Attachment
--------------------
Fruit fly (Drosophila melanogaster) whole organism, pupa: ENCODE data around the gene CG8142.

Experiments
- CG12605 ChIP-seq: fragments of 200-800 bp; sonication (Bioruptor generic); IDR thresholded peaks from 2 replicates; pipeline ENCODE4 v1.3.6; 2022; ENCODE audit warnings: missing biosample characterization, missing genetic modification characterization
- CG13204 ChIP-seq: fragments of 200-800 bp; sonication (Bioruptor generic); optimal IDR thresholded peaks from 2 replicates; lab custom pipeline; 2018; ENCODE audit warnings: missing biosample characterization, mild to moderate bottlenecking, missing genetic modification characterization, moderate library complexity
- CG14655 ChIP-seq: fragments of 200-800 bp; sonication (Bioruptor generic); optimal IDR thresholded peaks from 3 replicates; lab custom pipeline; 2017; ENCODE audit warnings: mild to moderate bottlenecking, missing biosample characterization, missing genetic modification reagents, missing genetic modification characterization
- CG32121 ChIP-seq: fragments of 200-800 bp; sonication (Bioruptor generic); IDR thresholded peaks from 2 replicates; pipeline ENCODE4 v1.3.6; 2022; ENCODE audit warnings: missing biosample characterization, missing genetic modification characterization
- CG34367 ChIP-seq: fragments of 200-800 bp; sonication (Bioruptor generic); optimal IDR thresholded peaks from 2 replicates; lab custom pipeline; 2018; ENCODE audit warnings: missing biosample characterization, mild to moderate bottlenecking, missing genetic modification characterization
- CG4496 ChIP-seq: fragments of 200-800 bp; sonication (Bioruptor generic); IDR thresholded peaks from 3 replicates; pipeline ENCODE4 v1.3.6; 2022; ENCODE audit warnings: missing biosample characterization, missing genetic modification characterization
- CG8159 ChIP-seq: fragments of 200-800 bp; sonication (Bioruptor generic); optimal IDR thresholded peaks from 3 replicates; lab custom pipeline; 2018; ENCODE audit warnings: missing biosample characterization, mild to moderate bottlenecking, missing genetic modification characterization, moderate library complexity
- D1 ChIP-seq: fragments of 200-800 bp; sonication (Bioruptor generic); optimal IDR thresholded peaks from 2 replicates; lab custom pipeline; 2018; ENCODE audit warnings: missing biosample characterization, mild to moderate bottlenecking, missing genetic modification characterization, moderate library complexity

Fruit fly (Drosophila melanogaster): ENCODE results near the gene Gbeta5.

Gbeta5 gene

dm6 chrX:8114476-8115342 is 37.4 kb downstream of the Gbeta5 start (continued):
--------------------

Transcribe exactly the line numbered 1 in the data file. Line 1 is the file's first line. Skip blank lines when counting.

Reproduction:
Fruit fly (Drosophila melanogaster) whole organism, pupa: ENCODE data around the gene CG8142.